• Add some variety to a deck full of teak and metal with the clay Carilo garden stool. Glazed in blue, it is a colorful perch for plants or drinks — or unexpected guests ($139, www.crateandbarrel.com).

• The modern-angled Gehry cube (designed by architect Frank Gehry for Heller) would work well on a balcony with a bistro table, chairs, and maybe a planter or two, Benincasa says. “I think it’s cool; it’s fun,” she says. “Anytime you can get color into the outdoors, it adds a little something.” The 19-inch-by-20-inch cube can serve as a table or stool and comes in eight colors ($250, www.roomandboard.com).

• The wicker weave is made more substantial with Grandin Road’s Rizza outdoor chair, constructed of all-weather aluminum instead of traditional rattan and powder-coated with resin in nine colors ($299, www.grandinroad.com). “The aluminum powder-coat is a lot lower-maintenance than teak, as teak will gray over time,” Archer says.

• If you’re looking for a spot to unwind after work, Gignoux recommends a simple seat and a place to put your feet, such as West Elm’s teak and all-weather wicker Catskill outdoor chair, with optional matching ottoman. “I think that the lounge-and-ottoman combination is better than the chaise lounge almost,” Gignoux says. “It’s the perfect way to relax at the end of the day” ($199-$399, www.westelm.com).

• Fresh off its debut at New York’s International Contemporary Furniture Fair, the SR foldable table by Los Angeles’s Scout Regalia is ready to help maximize small outdoor spaces. The 26-inch-by-36-inch table folds up for storage or for hanging on a wall with optional hooks. When hung on the wall, it also operates as a magnetic whiteboard. Benincasa notes that though powder-coated steel is extremely durable outdoors, no furniture is maintenance-free: Wash occasionally with mild soap and water ($250, www.scoutregalia.com).

• Look beyond the expected furniture sets and don’t be afraid to mix and match. Think hammocks, rocking chairs and benches. “I like finding unusual benches in a corner of a garden,” Gignoux says. Try Terrain’s Jardiniere bench, made of iron and painted mint green ($598, www.terrain.com) for a fanciful feel. (Benincasa notes that painted metal furniture won’t last as long as powder-coated metal furniture, but it usually costs less.)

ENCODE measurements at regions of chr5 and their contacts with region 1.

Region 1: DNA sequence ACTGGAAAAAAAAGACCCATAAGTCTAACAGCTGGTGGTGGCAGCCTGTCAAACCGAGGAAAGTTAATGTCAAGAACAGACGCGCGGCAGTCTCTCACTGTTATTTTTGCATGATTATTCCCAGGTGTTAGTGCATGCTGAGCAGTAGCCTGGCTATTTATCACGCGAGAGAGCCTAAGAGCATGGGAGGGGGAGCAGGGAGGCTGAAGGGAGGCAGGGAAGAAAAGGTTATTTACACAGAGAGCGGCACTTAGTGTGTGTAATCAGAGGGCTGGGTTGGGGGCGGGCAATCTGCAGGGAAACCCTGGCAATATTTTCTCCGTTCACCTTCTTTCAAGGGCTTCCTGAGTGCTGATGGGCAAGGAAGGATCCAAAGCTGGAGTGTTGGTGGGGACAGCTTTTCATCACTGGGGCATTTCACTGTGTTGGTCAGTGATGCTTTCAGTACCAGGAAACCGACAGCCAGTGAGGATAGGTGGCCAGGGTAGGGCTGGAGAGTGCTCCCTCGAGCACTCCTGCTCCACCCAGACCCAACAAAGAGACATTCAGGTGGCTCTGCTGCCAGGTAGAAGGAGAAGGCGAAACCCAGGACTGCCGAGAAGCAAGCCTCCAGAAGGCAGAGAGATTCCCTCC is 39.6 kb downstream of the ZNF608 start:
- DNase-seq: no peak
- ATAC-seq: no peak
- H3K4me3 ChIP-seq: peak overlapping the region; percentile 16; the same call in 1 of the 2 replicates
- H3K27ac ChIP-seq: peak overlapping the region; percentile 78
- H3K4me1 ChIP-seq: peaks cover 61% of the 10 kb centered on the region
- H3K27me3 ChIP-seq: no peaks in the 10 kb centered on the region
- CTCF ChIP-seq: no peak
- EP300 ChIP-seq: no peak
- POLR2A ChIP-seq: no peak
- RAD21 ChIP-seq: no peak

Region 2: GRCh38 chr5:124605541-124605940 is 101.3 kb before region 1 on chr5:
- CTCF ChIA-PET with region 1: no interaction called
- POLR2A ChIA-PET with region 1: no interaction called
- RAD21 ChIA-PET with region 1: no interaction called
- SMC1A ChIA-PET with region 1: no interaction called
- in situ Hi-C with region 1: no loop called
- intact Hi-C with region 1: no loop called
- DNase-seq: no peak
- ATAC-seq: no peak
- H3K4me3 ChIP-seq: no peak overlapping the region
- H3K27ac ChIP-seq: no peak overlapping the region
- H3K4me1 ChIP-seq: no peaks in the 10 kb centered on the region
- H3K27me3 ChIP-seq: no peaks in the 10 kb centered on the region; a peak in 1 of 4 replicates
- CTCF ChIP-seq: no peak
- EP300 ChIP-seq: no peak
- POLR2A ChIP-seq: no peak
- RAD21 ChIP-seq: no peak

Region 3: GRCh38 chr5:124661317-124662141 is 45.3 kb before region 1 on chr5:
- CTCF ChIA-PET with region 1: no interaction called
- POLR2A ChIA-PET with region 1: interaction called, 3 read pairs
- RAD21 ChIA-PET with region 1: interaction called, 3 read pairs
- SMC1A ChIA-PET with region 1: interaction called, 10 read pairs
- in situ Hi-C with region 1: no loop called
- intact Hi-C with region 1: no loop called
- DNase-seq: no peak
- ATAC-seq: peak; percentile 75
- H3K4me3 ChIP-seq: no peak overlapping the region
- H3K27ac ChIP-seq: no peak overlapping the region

• Terrain’s lattice-back iron chair has a light galvanized zinc finish that ensures it won’t rust when exposed to the elements. As a bonus, it’s weightier than plastic. “We’ve seen people requesting substantial furniture for their rooftops, so it can’t blow away,” Archer says. “Weight is a factor” ($248, www.terrain.com).

• The picnic table has had a long run as the outdoor table du jour. If you don’t have time to visit barn sales and hunt down a fun vintage one, the Beer Garden outdoor dining collection ($140-$230, www.worldmarket.com) is the next best thing. It’s made of acacia, which is somewhat less durable than teak but a good budget alternative.

• Store off-season cushions in Ballard Designs’ gray Castine storage bin, which also doubles as extra seating ($449-$549, www.ballarddesigns.com). The bench comes in a small or large size and is made of is all-weather rattan over powder-coated aluminum. In the past, Benincasa and Gignoux say they wouldn’t have recommended wicker, but both say that today’s wicker is partially made of manmade materials and therefore lasts longer.

• One way to protect your outdoor furniture and make it last longer is to cover it or bring it indoors. What makes Suzanne Kasler’s Directoire bar cart a particularly nice piece is the fact that it can function beautifully indoors, Benincasa says ($469, www.ballarddesigns.com). It can even be stocked inside and then brought outside, to lessen any back-and-forth while entertaining.

• For a smallish deck, Gignoux says the ideal configuration is a small dining table and two to four chairs plus a pair of lounge chairs and an ottoman, with an occasional table between the chairs. A set of three triangular nesting tables offers some flexibility ($230, www.lampsplus.com).